Paradigm has never shied away from building decent-sized loudspeakers and the 110cm-tall Monitor 11 v.5 should be all the evidence you need of this!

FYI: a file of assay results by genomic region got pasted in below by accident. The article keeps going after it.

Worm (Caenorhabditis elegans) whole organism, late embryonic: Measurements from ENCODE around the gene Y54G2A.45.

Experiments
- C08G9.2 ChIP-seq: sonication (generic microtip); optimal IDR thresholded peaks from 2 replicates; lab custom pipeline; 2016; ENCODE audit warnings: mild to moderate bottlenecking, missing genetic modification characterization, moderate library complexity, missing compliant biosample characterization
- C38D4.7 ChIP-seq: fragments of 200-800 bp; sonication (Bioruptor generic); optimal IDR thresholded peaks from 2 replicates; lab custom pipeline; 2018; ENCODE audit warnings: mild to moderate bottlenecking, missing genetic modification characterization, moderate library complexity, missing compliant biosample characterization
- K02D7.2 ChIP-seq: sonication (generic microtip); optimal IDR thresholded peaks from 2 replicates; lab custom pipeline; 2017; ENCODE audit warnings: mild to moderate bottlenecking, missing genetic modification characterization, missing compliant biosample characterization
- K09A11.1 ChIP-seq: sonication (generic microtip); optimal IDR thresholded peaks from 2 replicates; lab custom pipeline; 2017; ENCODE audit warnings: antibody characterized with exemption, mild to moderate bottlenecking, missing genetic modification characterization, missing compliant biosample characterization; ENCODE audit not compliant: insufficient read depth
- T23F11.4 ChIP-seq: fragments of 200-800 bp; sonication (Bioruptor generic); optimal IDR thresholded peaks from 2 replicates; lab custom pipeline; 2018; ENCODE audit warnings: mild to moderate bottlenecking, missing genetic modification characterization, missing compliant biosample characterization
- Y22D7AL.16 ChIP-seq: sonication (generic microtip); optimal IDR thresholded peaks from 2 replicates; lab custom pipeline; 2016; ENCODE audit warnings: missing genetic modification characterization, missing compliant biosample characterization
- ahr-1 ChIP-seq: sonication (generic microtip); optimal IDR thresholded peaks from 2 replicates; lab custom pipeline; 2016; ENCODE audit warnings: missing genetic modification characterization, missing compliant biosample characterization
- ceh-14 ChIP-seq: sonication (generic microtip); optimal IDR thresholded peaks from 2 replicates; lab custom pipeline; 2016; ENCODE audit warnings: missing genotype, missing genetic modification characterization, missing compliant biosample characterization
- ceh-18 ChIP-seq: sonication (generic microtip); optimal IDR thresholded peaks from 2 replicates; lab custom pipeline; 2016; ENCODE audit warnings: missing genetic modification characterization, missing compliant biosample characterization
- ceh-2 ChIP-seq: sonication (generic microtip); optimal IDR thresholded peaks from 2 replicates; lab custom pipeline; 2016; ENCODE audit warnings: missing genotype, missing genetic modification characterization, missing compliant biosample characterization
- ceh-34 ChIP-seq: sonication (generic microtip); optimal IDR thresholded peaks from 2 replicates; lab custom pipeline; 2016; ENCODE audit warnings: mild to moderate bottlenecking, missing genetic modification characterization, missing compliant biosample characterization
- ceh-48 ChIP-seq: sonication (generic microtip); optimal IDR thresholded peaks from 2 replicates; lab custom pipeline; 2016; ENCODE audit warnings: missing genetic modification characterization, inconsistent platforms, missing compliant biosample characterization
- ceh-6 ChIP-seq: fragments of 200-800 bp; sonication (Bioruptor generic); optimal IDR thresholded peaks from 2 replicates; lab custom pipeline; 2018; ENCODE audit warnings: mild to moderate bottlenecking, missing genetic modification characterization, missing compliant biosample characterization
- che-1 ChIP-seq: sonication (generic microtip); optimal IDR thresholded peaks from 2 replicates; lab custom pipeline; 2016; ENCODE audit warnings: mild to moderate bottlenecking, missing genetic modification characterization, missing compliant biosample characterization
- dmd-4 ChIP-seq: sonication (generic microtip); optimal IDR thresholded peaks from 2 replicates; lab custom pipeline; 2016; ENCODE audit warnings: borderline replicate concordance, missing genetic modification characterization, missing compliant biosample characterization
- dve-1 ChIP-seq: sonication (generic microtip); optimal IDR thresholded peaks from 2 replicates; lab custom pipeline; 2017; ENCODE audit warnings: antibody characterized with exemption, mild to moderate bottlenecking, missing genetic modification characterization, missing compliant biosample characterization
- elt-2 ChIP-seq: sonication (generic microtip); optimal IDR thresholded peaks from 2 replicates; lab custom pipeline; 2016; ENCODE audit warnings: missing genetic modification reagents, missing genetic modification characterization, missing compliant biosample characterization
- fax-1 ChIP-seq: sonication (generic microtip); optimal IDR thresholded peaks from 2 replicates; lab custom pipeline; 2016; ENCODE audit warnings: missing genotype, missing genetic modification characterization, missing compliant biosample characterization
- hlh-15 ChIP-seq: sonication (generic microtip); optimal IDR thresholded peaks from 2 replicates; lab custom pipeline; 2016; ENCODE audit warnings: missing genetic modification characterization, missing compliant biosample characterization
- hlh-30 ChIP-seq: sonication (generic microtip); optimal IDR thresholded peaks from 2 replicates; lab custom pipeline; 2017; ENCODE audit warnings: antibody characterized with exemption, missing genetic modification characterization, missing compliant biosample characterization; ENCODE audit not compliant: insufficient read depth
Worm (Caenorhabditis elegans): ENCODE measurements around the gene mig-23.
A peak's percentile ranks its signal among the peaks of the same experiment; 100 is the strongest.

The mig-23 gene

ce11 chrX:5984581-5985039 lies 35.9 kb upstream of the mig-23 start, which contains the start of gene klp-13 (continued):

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Paradigm is not one of those manufacturers content to design a speaker then manufacture it unchanged until the tooling wears out. It instead constantly tweaks, upgrades—and even re-engineers—its models to improve their sound or the technical performance (power handling, etc) or just to cut costs. Its ‘Monitor’ series is a case in point. I know for a fact that Paradigm has been constantly revising this current generation for at least eight years, and there’s been a ‘Monitor’ series speaker in Paradigm’s range for nigh-on thirty years! The Equipment Paradigm also has never shied away from building decent-sized loudspeakers and the 110cm-tall Monitor 11 v.5 should be all the evidence you need of this! I should explain that when I say ‘decent sized’ I am actually lamenting the modern trend of most loudspeaker manufacturers to make their speakers smaller and smaller, which they usually justify on the basis that ‘our customers like the idea of small speakers’. Sure customers like the idea of small speakers, but once you’ve proved to them that small speakers can’t possibly deliver deep bass, can’t play as loudly as larger speakers and will have higher levels of distortion when you try to play them at an equivalently high volume as larger speakers, it’s my experience that those self-same customers suddenly begin to see the virtues of larger speakers. Put it this way… I like the idea of being able to tow a caravan with my Hyundai Getz, but I know that it’s not a good idea. But don’t be imagining the Monitor 11s will tower over your head: 110cm is only a little over a metre high, so they’re what I’d call a ‘comfortable’ size… probably too large for a bed-sitter, but they’ll easily slot into any ordinary-sized living room. As for their other dimensions, well they’re 215mm wide and 401mm deep, which gives a volume of around 61 litres. You can gauge a fair idea of the build quality from the weight: each speaker tips the scales at around 25kg! If you have already peeked at the price (and I am aware that you probably already have!) you may be wondering how Paradigm can build what appears to be either a four driver, four-way floorstander, or a four-driver, three-way floorstander, for this kind of money. The quick answer is that it’s neither. Yes, there are four drivers on the front panel, but the design is a 2-½ way design, using a second- order electro-acoustic crossover at 600Hz and a 3rd-order at 2.3kHz. This simplifies the crossover network enormously and, because it cuts the component count and reduces the values of the components, it cuts costs. Apparently quality control is also easier with a 2 ½-way than with a three-way, which means they’re less expensive to mass-produce. The two bass drivers, which operate in parallel, have 190mm diameter, carbon-infused polypropylene cones, driven by 25mm diameter high-temp multi-layer voice coils wound on ‘Apical’ formers. The cones are supported by die-cast chassis, rather than by pressed steel. The distinctively coloured bass/ midrange driver (well, actually, the high-hysteresis butyl suspension is an off-white, nearly cream colour, and the cone is semi-translucent polypropylene that appears to be tinged with a creamy colour) also has a diameter of 190mm. This cone is what Paradigm calls an ‘M-ICP’ type, which essentially means that the cone has been designed in such a way that it has the lowest mass possible for its size and application. The letters actually stand for ‘Minimum-Mass Injection-Moulded Co-Polymer.’ The tweeter is a 25mm ‘H-PTD’ dome. Again those letters! This time around, the letters stand for ‘High Efficiency-Pure Titanium Dome’. Protecting the dome is a grid that doubles as a wave-guide. What all this means is that at low frequencies (below 600Hz), all three cone drivers deliver bass, which means the total cone area available for bass is about the same as if Paradigm had used a single 328mm driver… and that’s big! Between 600Hz and 2.3kHz the cream-coloured driver operates all on its own, so there aren’t any phase-related problems, and you get a clear point around which your ears can re-create the stereo image. Above 2.3kHz, the tweeter’s on its own, but since this is quite a high crossover point, it enhances the power-handling capability of the tweeter, so that it’s able to handle more power than if Paradigm had chosen a lower crossover point. At a time when loudspeaker manufacturers all around the world seem to be moving their production to China, Paradigm is one of the few bucking the trend. Not only is R&D based in Canada, but also all its manufacturing. Paradigm not only designs and builds all its own drivers, but also its own cabinets.